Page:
Saturday, September 24, 2016

Early life of James Mark Nelson

EARLY LIFE OF JAMES MARK SR. Compiled by Lavita Nelson Bingham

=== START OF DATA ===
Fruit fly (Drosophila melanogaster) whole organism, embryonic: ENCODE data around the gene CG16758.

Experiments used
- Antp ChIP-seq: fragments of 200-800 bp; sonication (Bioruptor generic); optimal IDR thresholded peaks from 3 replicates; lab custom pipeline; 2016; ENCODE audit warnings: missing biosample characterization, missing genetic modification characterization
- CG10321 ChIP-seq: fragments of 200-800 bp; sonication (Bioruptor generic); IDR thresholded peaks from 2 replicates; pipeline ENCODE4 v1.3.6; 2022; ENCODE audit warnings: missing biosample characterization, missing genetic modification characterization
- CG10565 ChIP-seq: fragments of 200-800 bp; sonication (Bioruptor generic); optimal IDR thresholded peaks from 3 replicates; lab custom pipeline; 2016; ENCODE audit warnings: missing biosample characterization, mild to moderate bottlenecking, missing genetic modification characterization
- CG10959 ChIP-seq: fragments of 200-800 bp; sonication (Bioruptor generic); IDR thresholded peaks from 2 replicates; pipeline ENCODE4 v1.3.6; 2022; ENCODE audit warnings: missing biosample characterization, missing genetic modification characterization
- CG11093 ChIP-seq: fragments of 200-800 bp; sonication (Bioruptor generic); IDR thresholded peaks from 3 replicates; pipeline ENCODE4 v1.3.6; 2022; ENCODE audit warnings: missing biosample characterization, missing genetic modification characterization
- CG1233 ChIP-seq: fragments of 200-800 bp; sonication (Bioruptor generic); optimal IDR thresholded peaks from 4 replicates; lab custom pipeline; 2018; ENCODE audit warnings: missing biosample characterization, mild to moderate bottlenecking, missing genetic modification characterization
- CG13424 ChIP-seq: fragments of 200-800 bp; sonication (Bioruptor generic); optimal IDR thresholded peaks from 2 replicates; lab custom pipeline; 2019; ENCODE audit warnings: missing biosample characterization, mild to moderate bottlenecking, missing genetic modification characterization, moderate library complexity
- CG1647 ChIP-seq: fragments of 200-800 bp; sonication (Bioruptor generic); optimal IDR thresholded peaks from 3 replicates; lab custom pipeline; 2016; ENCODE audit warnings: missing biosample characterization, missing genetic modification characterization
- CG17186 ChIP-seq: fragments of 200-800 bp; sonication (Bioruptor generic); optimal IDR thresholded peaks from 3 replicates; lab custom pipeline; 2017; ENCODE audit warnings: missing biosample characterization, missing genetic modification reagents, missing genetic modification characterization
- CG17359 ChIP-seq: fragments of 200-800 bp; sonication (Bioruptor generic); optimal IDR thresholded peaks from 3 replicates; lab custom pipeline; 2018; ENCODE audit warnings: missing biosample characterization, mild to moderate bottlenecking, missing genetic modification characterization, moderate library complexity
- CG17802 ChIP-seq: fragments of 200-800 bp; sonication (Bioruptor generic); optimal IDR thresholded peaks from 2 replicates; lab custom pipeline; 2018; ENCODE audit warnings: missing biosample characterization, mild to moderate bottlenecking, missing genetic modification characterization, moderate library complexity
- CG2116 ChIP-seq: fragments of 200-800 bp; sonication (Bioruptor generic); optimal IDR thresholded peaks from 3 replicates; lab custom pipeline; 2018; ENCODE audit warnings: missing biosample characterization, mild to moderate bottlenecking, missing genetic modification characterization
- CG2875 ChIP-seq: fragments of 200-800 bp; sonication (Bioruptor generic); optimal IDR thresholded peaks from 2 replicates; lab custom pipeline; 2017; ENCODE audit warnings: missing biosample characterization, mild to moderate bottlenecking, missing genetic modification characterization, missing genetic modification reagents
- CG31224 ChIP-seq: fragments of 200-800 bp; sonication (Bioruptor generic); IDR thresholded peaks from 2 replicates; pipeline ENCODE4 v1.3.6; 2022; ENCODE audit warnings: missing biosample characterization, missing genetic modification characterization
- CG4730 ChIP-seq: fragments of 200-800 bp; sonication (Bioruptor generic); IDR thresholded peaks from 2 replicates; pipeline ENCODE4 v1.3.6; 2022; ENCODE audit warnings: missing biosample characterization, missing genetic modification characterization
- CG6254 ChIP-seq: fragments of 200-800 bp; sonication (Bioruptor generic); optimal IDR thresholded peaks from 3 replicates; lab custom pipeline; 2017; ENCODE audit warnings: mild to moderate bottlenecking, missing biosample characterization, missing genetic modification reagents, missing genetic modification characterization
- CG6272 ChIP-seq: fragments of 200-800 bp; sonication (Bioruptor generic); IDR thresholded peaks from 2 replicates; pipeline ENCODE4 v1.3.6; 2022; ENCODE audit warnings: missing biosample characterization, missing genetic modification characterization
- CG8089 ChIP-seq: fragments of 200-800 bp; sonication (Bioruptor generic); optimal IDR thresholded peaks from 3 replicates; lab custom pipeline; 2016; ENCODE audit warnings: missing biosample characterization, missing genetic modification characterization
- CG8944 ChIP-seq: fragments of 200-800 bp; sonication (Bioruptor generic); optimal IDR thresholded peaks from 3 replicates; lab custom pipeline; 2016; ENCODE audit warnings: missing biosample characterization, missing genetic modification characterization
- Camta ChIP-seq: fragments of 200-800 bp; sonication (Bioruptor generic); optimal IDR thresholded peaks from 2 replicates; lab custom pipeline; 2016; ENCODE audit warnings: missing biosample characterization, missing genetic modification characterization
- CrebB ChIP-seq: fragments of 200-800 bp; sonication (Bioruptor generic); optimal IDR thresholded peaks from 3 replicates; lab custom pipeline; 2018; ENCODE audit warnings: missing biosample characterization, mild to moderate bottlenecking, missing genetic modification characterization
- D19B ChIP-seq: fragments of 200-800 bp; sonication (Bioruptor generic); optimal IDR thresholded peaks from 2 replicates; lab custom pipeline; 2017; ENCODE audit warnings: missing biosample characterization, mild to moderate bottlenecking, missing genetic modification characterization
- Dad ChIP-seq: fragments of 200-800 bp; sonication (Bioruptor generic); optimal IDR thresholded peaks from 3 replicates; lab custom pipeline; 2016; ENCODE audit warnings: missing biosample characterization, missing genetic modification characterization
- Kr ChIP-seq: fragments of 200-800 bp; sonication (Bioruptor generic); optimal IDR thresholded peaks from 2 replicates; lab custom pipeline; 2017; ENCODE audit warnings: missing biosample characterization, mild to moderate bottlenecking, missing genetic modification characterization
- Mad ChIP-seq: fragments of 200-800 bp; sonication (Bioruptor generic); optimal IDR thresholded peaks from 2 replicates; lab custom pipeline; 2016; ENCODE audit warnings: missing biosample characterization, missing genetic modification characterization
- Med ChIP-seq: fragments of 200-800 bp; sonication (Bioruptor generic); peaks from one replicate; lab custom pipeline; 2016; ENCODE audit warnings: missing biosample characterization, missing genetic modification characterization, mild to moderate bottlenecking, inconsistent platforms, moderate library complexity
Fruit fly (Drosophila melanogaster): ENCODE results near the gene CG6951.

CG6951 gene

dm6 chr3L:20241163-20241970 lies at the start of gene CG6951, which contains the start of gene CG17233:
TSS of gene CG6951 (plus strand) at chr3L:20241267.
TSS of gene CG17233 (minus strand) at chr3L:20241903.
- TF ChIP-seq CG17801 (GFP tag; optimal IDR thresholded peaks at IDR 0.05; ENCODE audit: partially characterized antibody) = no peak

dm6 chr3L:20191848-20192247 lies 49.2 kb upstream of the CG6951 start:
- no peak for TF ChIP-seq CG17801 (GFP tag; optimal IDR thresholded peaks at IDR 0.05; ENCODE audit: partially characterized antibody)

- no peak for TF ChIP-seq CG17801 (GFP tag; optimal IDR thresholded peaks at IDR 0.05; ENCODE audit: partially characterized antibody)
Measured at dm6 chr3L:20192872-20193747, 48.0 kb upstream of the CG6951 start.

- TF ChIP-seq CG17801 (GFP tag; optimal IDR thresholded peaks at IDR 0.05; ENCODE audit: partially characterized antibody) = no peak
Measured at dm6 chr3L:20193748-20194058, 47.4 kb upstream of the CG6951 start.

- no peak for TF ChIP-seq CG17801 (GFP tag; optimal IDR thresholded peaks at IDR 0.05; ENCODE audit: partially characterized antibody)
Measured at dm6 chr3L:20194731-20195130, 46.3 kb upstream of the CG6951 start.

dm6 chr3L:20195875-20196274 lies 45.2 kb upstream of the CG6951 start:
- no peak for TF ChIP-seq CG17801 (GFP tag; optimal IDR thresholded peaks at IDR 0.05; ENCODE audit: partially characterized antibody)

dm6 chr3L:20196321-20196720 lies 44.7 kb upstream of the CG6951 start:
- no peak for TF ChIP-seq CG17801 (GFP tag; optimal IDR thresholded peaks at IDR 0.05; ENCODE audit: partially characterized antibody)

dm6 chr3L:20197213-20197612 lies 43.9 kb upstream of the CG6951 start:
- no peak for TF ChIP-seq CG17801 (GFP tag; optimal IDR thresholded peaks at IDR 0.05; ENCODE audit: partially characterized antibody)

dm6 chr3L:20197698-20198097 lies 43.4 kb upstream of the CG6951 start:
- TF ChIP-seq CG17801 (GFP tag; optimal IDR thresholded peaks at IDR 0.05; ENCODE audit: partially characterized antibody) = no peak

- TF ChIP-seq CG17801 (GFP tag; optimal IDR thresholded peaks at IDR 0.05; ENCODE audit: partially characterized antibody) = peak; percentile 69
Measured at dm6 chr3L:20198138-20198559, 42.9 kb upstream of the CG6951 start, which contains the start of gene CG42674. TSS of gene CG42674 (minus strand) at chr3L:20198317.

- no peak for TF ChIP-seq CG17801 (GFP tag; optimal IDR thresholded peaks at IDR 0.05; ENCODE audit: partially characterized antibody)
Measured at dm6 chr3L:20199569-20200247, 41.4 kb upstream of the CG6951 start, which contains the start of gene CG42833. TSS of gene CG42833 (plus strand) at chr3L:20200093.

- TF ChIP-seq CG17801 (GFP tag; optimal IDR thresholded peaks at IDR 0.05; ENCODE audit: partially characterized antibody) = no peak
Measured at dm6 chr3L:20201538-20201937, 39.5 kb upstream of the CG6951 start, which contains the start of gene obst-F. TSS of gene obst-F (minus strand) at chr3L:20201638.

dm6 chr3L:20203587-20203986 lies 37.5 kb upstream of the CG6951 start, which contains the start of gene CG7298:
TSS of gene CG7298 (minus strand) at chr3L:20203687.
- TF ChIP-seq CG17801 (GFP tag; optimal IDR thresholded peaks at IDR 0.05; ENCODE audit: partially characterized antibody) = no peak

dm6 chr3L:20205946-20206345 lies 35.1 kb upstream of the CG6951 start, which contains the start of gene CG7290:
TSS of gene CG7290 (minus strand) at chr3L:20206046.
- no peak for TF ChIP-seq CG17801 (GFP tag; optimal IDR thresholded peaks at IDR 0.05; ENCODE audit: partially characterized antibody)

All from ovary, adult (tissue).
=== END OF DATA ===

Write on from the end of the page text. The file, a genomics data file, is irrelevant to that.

In 1867 when James Mark was two years o1d, his father Price Wi1liarn who was living in Logan, Utah was called to help settle St. Thomas on the Muddy River in Nevada. Again when he was a litt1e past eight years of age, they were advised to go to a place called Glendale in Utah which had been vacated five years before on account of trouble with the Indians. It was a long hard journey which required six weeks. When they arrived, they were given the homes just as the people had left them plus a small farm in addition. Price Wi11iam, the father, went into the shingle business in the nearby mountains, taking the family with him. When deep snows came in the winter, they all moved back to the va1ley. Price William did fairly well in the business for several years. He took livestock in trade which netted him quite a herd of cattle. They stayed in Glendale for seven years. By this time, a large part of the family had married and left the family home. Many people were leaving to settle in Arizona, so father Price took his family to Moencopi, Arizona. They were among the first settle there. They stayed here for a while and then moved to Payson, Arizona for a short time, then on to Pine, Arizona. James Mark and his brother Hyrum helped their father build the first grist mi1l in the Payson- Pine district. The original split 1og house the boys helped their father build is sti11 standing and is stil1 occupied today, but it has been covered with lumber and roofing which was before 1970. The apple orchard planted at that time was bearing fruit up until 1970 when the farm was sold to a man who wanted to commercialize it, so he grubbed the poor o1d apple trees out. In February, 1887, the Nelson family decided to go to 01d Mexico. The government had issued grants of land to be colonized by the Mormon people. They were welcome to help develop their country. After leaving Pine and Payson with teams and wagons, they traveled through the Gila Va11ey by way of Safford and Thatcher. They started with quite a herd of cattle. When reaching San Simon, they decided to sel1 them. They had been warned to be careful as a plan was underway to get their money. Price William Senior, along with sons Mark and Hyrum took the money for the cattle and left at night in a light wagon or "rig" as they ca11ed it, drawn by a pair of sma1l mules ca11ed “rats” for they were very sma1l but traveled fast. The rest of the company followed in a few days and soon they were together again. Mark was now twenty-one years of age. The family decided to make their way into the well- timbered Sierra Madre Mountains of Chihuahua, Mexico. Building the road as they went was a hard and slow process, so it took them quite a long time to reach their destination. They finally reached Cave Valley named for the many caves and cliff dwellings. A man by the name of Campbell put up a sma1l saw-mill and Mark and Hyrum hauled logs from the mountains for him. They also freighted lumber to a railway station at Ascencion where it was shipped to other parts of the land. The Nelsons put up a grist mill, on which they ground corn for bread and also for corn meal mush which was the main diet of the people for some time after they settled there. They manufactured a turning lathe with which they made the legs and rounds for chairs and tables and other furniture using oak and maple from the nearby forests. They sold these products to others who came there to live. Colonla Diaz was the first colony settled by the Mormon people. Even before they came, there were large cattle ranches very near. The Diaz people added to the industry. That could be more enticing to a young man living in the mountains where opportunities were few, than to go to work on a large cattle ranch? That is what James Mark did. He got a job on the Henderson and Gruel Ranch. He was a good cowhand, but when round-up came no one was a better cook than James Mark, so he traded his saddle and bridle for the dutch ovens and the bean pots. His campfire biscuit baked in large dutch ovens left little to be desired when served with steak and brown gravy. It was here in Colonia Diaz near Christmas time In 1888, that he met Hannah Bothelda Mortensen. Mark fe11 in love with her right from the first. He asked for her company during the holidays, but waited until Hannah was sixteen the following August, before asking her father for her. To his request, Martin Peter Mortensen replied, ” I’m too poor to give a girl away”. But Karen Katrina, her mother, spoke up and said, “You’re poor now because you have so many girls.” Martin Peter gave his approval and consent, but said "Im afraid you will never give Hannah a home." These are almost the exact words that Lydia Ann’s father said to her when she was married to Mark’s father.